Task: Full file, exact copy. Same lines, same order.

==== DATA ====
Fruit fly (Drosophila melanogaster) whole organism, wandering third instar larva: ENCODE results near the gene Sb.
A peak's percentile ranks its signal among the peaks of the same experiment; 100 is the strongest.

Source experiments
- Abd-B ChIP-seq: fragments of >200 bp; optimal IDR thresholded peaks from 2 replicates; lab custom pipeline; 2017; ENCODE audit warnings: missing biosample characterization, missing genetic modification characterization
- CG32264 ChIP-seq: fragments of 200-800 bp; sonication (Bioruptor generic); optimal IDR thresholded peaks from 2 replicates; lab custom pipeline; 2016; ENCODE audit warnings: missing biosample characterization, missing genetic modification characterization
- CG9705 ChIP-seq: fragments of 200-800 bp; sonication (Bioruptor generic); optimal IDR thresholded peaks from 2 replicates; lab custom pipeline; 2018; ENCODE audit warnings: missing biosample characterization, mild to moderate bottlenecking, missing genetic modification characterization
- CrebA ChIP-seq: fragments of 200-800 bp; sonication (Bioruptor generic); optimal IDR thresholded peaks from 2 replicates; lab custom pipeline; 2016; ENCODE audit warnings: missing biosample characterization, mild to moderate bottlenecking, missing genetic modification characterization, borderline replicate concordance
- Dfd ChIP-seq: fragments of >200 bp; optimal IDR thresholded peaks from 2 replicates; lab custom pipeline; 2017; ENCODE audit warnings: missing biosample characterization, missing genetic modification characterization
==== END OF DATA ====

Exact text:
Fruit fly (Drosophila melanogaster) whole organism, wandering third instar larva: ENCODE results near the gene Sb.
A peak's percentile ranks its signal among the peaks of the same experiment; 100 is the strongest.

Source experiments
- Abd-B ChIP-seq: fragments of >200 bp; optimal IDR thresholded peaks from 2 replicates; lab custom pipeline; 2017; ENCODE audit warnings: missing biosample characterization, missing genetic modification characterization
- CG32264 ChIP-seq: fragments of 200-800 bp; sonication (Bioruptor generic); optimal IDR thresholded peaks from 2 replicates; lab custom pipeline; 2016; ENCODE audit warnings: missing biosample characterization, missing genetic modification characterization
- CG9705 ChIP-seq: fragments of 200-800 bp; sonication (Bioruptor generic); optimal IDR thresholded peaks from 2 replicates; lab custom pipeline; 2018; ENCODE audit warnings: missing biosample characterization, mild to moderate bottlenecking, missing genetic modification characterization
- CrebA ChIP-seq: fragments of 200-800 bp; sonication (Bioruptor generic); optimal IDR thresholded peaks from 2 replicates; lab custom pipeline; 2016; ENCODE audit warnings: missing biosample characterization, mild to moderate bottlenecking, missing genetic modification characterization, borderline replicate concordance
- Dfd ChIP-seq: fragments of >200 bp; optimal IDR thresholded peaks from 2 replicates; lab custom pipeline; 2017; ENCODE audit warnings: missing biosample characterization, missing genetic modification characterization